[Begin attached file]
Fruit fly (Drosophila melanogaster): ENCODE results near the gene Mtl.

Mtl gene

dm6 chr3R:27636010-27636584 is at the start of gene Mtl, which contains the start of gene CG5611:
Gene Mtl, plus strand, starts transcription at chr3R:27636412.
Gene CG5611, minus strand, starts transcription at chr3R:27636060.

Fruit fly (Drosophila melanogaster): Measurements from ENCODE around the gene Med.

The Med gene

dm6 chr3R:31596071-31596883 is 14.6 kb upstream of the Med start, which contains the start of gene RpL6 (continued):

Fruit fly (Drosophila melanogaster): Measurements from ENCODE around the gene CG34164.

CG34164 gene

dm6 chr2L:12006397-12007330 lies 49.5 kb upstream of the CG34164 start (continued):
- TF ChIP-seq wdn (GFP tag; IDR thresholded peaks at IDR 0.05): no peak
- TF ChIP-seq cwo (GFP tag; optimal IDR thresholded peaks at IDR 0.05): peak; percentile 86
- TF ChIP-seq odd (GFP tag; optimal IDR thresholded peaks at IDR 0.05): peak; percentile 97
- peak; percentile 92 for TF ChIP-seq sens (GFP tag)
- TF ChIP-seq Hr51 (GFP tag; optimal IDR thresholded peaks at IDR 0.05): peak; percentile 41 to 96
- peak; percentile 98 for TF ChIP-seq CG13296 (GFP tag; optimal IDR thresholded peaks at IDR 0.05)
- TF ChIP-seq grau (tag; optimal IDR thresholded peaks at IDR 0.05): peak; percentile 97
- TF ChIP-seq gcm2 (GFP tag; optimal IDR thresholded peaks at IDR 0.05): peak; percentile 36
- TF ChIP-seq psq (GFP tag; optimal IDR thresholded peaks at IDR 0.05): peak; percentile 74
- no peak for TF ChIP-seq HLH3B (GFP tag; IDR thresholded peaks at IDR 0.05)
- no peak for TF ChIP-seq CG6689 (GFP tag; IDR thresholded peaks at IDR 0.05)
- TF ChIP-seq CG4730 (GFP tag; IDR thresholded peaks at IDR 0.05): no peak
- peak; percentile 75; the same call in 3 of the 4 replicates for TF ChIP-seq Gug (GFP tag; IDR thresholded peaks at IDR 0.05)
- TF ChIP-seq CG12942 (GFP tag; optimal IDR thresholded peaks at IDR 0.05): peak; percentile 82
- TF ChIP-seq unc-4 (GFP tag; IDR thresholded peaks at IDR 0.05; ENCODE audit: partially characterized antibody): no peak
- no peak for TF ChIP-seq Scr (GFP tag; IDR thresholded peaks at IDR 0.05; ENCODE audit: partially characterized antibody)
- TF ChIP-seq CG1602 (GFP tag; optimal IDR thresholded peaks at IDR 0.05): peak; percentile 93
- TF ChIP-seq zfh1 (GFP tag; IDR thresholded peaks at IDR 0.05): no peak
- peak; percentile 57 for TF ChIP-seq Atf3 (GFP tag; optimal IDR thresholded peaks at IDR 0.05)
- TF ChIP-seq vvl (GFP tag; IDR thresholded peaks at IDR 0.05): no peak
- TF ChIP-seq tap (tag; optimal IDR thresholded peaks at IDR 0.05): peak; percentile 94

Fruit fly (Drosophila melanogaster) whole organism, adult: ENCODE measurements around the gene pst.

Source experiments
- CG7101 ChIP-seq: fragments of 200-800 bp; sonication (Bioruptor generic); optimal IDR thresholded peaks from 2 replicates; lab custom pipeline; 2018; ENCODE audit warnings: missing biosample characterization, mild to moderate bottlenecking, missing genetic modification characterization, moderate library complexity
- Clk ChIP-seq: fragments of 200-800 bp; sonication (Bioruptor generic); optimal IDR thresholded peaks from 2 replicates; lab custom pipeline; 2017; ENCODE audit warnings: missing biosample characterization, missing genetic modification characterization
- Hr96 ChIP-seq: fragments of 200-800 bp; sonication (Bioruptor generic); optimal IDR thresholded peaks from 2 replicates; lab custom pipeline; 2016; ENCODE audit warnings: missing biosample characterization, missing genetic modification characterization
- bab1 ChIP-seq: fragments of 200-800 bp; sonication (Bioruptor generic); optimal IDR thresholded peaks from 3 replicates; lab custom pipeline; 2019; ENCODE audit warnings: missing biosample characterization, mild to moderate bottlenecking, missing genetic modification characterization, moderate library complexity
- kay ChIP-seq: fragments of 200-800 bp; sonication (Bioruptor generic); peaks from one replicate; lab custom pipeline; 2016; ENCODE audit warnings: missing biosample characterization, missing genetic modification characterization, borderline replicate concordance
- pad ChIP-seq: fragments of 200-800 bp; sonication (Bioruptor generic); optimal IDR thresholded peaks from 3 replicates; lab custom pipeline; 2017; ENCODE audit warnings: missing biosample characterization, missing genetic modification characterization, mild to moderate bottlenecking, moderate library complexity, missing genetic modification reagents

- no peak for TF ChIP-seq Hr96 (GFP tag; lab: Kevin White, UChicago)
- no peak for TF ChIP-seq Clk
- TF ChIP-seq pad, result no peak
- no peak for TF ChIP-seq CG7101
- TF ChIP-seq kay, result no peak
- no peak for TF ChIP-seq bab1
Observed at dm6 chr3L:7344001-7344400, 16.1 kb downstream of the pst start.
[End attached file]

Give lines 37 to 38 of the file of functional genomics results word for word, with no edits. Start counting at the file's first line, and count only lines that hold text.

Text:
- Hr96 ChIP-seq: fragments of 200-800 bp; sonication (Bioruptor generic); optimal IDR thresholded peaks from 2 replicates; lab custom pipeline; 2016; ENCODE audit warnings: missing biosample characterization, missing genetic modification characterization
- bab1 ChIP-seq: fragments of 200-800 bp; sonication (Bioruptor generic); optimal IDR thresholded peaks from 3 replicates; lab custom pipeline; 2019; ENCODE audit warnings: missing biosample characterization, mild to moderate bottlenecking, missing genetic modification characterization, moderate library complexity